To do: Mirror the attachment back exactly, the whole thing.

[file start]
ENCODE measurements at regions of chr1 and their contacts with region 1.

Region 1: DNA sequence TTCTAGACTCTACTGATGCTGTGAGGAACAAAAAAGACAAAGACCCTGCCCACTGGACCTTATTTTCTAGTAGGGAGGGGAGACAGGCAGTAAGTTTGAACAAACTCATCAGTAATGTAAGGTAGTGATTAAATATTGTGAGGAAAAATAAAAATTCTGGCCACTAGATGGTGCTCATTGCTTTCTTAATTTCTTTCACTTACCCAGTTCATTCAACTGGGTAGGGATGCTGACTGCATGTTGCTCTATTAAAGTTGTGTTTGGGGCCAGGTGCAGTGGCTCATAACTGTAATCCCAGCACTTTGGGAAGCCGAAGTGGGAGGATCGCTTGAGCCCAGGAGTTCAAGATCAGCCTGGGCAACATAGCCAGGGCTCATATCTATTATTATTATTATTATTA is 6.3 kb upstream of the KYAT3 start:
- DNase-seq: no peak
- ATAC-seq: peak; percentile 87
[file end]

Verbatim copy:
ENCODE measurements at regions of chr1 and their contacts with region 1.

Region 1: DNA sequence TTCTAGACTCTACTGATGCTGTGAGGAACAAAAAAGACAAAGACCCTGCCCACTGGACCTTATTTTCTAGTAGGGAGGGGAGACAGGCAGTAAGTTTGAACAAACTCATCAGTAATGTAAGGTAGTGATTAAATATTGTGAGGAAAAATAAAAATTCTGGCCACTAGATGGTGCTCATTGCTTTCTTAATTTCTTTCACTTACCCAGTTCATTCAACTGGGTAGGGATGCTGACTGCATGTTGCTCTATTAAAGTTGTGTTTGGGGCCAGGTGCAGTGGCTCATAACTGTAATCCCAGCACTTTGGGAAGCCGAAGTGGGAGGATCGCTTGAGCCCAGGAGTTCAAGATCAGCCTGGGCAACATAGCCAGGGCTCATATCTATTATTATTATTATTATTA is 6.3 kb upstream of the KYAT3 start:
- DNase-seq: no peak
- ATAC-seq: peak; percentile 87